From the Boston Globe, May 21, 2015
About 275 business leaders, most of them women, gathered at the Seaport Hotel
Wednesday to broach a touchy subject: the fact that they earn less than
men. It’s a timely topic, with the City of Boston in the midst of
gathering gender-specific salary data from local companies. And the city used the Greater Boston Chamber of Commerce event to announce yet another step toward closing the wage gap.
fall, the city plans to hold the first of hundreds of free or low-cost
salary negotiation workshops, aimed at teaching women — and men if they
so desire — the best ways to boost their pay.
, director of the city’s Office of Women’s Advancement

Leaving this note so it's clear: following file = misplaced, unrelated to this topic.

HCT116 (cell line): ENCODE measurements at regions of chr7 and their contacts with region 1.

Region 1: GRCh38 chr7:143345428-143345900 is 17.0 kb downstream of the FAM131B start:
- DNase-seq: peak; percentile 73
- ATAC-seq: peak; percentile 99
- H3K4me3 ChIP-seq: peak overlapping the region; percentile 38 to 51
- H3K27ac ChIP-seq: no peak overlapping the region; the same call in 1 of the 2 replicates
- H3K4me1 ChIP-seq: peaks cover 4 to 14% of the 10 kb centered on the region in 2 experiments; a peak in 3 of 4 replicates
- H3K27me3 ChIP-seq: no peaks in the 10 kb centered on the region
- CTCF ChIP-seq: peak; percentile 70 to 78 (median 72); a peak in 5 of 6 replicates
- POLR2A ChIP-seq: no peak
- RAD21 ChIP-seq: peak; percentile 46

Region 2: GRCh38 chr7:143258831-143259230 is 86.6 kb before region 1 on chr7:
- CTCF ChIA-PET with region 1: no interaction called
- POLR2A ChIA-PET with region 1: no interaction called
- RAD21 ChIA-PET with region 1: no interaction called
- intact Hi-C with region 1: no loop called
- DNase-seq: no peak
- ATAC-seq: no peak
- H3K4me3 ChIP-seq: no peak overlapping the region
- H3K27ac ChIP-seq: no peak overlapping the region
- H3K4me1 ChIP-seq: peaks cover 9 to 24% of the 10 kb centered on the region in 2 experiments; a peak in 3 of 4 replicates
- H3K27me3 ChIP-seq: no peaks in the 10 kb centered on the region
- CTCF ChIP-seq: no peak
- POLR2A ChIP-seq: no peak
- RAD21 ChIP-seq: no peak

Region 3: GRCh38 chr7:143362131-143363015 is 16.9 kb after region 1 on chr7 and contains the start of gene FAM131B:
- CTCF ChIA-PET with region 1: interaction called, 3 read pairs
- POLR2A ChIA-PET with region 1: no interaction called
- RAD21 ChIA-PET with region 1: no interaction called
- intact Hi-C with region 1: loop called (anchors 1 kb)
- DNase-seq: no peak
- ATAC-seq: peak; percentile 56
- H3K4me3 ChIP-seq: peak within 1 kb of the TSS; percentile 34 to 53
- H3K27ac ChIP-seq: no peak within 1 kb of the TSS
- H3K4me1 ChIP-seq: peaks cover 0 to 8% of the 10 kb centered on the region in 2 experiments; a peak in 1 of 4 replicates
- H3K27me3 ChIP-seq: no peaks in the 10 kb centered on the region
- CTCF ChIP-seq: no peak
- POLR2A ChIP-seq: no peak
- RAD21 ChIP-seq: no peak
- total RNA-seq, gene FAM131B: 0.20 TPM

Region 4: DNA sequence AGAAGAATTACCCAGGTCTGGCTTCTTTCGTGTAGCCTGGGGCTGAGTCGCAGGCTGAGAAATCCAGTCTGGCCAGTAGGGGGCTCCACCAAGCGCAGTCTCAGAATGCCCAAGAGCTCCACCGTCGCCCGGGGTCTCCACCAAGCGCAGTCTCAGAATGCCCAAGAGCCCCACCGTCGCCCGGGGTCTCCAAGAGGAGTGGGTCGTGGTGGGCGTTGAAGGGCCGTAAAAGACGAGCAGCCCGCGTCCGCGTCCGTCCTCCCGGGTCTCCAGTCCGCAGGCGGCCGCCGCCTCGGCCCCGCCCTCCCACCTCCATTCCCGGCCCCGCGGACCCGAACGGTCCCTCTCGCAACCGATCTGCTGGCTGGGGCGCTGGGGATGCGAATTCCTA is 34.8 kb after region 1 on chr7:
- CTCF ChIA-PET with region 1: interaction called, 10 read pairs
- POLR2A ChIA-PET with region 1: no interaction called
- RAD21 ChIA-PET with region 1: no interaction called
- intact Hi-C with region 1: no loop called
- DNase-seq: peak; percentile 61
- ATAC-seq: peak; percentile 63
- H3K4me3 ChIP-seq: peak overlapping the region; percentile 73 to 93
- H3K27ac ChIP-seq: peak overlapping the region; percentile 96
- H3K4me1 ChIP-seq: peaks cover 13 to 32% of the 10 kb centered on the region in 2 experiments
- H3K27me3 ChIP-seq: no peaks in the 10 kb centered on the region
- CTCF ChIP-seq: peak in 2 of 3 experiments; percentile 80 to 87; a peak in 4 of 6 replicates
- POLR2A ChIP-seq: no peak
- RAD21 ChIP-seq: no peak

and a panelist at the morning event, said later that she hears stories
every day about women underselling themselves, worried about asking for
too much “because that’s going to seem egotistical or presumptuous, all
these attributes that women tend to see as negative.”
The panel, moderated by Victoria Budson
, executive director of the Women and Public Policy Program at Harvard’s Kennedy School, also featured Cathy Minehan, dean of the Simmons College School of Management; Evelyn Murphy
, former lieutenant governor and president of the WAGE Project; and Beth Williams
, president of Roxbury Technology LLC, a manufacturer that rebuilds toner cartridges.
told the group that after she agreed to be part of the citywide effort
to close the wage gap, she examined her own payroll and found more men
in supervisory positions. She subsequently promoted two women.
“If I could, I would hire all women,” she said, “but then I’d get in trouble on the other side.” — KATIE JOHNSTON